Eklavya: The Royal Guard (Vidhu Vinod Chopra, 2007)
Sometimes, especially now that in this social-networking-centric age, and especially in the Bolly-blogosphere, we seem to discuss and analyse Bollywood movies to a ridiculous degree – before they have even hit theatres (let alone before I get to see them, MONTHS later on dvd) it’s nice to come to viewing a film with absolutely no expectations whatsoever.
Which is how I approached Eklavya. I cannot tell you what a refreshing experience it is to know nothing – NOTHING – about a film before viewing it. I didn’t know whether it had been received well on its release. I didn’t know what the story was, not even vaguely, because the only trailers I had seen were brief, and hinted at precisely zip. It was refreshing, because my mind was a blank slate, free of the external noise of conflicting opinions, met and unmet expectations, dizzying praise and damning criticism.
I don’t know, maybe that’s how everyone else always reviews things, but not me. Usually I know a lot about what I’m watching before I ever hit ‘play’. That can be intimidating.
All I knew was that it featured Big B with some scary looking facial hair, Vidya Balan and Saif Ali Khan, and (the reason I bought it in the first place) my pimping sad-eyed gangster movie boyfriend, Sanju Baba. AS A POLICEMAN. That, my friends, was enough to sell me on it.
And I loved it. Yet again, it appears I am swimming against the prevailing tide of popular opinion** because from what I can gather, Eklavya was something of a highly anticipated, yet ultimately disappointing film for a lot of people, coming as it did from a hugely esteemed producer/director and following the success of both Omkara and the Munna Bhai films. Plus the script allegedly took 5 years to write. Yeah...no pressure.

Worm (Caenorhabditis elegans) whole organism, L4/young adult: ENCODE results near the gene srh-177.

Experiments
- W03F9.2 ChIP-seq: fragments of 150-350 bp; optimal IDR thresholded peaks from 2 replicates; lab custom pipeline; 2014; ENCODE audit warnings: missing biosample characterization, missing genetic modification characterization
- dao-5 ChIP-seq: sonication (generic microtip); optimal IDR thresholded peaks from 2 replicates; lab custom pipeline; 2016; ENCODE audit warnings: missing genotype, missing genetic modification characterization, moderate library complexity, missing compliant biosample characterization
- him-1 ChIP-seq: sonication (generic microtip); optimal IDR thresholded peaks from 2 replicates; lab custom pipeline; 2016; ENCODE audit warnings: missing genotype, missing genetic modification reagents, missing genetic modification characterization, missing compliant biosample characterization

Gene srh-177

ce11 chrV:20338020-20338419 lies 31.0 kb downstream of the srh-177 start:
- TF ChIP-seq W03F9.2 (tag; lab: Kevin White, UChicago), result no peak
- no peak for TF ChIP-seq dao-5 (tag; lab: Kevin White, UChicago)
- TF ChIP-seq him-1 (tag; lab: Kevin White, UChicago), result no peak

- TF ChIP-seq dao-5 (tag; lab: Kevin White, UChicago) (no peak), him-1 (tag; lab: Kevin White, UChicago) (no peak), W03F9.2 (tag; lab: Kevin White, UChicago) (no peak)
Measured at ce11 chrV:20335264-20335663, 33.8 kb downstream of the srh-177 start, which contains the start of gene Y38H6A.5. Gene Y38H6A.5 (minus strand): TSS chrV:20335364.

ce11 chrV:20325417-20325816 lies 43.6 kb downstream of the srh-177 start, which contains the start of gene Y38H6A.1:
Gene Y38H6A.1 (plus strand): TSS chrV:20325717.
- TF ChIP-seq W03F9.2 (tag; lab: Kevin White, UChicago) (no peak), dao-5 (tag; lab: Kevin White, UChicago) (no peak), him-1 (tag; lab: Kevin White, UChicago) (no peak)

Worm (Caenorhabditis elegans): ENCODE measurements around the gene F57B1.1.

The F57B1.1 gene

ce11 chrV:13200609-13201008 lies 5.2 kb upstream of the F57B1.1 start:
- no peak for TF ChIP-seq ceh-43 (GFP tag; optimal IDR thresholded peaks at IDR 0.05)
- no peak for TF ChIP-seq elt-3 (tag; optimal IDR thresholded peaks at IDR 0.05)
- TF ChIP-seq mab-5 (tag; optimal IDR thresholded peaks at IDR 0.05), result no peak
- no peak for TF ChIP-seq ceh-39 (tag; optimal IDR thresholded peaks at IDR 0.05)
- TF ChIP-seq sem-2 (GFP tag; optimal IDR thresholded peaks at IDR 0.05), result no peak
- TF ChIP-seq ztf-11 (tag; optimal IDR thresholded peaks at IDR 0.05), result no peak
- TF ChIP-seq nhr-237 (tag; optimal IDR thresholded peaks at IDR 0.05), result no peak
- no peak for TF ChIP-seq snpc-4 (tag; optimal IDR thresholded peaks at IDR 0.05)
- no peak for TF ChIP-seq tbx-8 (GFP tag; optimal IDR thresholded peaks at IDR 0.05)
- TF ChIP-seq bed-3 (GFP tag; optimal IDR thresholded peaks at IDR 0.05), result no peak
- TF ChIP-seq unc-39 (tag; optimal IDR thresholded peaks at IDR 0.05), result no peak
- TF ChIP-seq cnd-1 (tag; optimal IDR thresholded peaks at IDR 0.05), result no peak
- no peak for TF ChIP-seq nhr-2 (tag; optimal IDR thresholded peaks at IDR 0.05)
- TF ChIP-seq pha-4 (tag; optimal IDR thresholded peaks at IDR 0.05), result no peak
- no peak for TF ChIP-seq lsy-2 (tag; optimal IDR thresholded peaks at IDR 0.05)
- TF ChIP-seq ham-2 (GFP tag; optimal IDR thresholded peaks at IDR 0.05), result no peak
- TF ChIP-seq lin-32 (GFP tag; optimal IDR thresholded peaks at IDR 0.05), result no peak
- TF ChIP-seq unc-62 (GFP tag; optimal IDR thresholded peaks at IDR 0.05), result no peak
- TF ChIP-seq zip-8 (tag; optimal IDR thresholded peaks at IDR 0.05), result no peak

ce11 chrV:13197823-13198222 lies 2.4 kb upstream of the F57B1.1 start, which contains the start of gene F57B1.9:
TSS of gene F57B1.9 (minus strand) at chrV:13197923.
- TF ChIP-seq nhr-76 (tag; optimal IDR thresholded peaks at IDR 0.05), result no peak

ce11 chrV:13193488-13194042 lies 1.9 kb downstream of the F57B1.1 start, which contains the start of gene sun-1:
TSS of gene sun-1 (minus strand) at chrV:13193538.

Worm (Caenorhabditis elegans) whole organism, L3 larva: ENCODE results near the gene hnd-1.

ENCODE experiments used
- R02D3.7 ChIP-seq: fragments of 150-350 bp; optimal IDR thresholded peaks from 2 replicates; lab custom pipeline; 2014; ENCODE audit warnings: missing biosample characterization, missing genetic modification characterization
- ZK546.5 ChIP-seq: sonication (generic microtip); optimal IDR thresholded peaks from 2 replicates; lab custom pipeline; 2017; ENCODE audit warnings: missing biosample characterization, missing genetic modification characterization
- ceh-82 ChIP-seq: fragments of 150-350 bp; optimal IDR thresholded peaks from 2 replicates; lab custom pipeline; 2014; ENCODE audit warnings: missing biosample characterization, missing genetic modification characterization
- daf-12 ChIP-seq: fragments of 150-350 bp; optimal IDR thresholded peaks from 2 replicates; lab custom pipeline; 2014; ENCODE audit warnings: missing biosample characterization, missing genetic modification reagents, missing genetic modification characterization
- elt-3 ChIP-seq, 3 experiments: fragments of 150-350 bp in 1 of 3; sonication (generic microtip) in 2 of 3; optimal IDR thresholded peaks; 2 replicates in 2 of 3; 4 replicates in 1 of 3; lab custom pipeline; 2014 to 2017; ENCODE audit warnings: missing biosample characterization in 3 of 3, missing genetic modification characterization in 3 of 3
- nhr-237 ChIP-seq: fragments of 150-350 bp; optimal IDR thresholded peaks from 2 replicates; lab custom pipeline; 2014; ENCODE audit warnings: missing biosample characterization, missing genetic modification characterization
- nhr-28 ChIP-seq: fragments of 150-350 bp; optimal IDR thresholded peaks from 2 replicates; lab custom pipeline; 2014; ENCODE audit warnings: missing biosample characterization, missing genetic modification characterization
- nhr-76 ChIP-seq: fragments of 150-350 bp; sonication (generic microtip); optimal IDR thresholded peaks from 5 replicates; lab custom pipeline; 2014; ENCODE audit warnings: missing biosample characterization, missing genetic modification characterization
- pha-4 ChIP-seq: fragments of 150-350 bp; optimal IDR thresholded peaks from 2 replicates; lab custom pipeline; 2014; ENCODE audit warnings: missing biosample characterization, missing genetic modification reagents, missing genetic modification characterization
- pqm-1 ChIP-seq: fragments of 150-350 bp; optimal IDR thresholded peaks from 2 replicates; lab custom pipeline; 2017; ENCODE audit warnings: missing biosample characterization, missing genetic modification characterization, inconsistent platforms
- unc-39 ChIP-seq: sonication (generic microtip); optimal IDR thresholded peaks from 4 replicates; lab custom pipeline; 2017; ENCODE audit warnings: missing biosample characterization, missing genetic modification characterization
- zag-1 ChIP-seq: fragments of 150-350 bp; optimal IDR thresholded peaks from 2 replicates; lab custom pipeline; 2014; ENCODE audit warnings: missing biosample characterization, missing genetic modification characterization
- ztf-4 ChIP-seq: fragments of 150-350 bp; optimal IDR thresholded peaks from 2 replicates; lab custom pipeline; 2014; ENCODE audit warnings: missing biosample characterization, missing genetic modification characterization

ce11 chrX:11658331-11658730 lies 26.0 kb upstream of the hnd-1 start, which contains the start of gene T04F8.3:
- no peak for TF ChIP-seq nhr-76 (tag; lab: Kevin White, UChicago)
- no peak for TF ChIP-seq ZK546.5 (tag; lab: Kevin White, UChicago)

Set in a citadel in a hill station in Rajasthan, Eklavya: The Royal Guard tells the tragic tale of the royal family of Devigarh, and how the death of the Queen (Sharmila Tagore) and the revelation of a long kept family secret threaten to shatter the dynasty. (Okay – it’s quite a lot more deliciously scandalous than that, but I’m hardly gonna wreck the film for you am I?)
Charged with protecting the King (Boman Irani) and the Prince (Saif Ali Khan) is Eklavya (Amitabh Bachchan), an aging Royal Guard whose eyesight is failing, and whose sense of duty to the Royal Family is unwavering. But with deception and conspiracy lurking in every corner of the citadel, can Eklavya fulfil his duty?
I LIKED IT AND HERE IS WHY:
This film is beautiful. Absolutely gorgeous to look at. And clocking in at around 2 hours, is economical for a Bollywood film. If you can’t fit a full-length Bollywood film into your schedule, Eklavya is a good pick.
Honestly, sometimes it’s so easy to forget that Amitabh Bachchan is actually a super-megastar for a very good reason. He is absolutely HEARTBREAKING in this film. He says volumes with his eyes alone, and doesn’t ham it up, and it’s just hard to not be mesmerized by him.
I actually also really enjoyed Saifu’s performance in this film. It would be a tough ask, going up against some amazing actors (Sanju Baba, Boman Irani, Amitabh Bachchan…) but Saif is one of those actors who I always forget can actually really act, and act really well, when he’s in the right film. I am guilty of constantly underestimating the man.
Though it does veer a bit too much towards soap-opera melodrama near the end, for the most part, I love the meaty themes and kind of larger than life, epic Shakespearian feel to the whole film, even though it’s set in the present day. You can watch it for pure melodramatic soapy entertainment if you wish; or if you prefer substance, there’s deeper questions of ethics and relationships, honour, duty and dharma you can delve into. I like the psychological stuff.
** I seem to be swimming against the tide of popular opinion a lot these days. SIGH. Sometimes it can wear you down, you know, this reviewing thing. All I can offer is MY OPINION. An opinion, by definition, cannot be right or wrong. But you try telling that to the people who think that opinion = fact. FACT: an opinion does not and never will equal “fact”, not on this blog, and I think I’m pretty good at differentiating between the two. You can agree or disagree with my opinions, but our points of view are equally valid.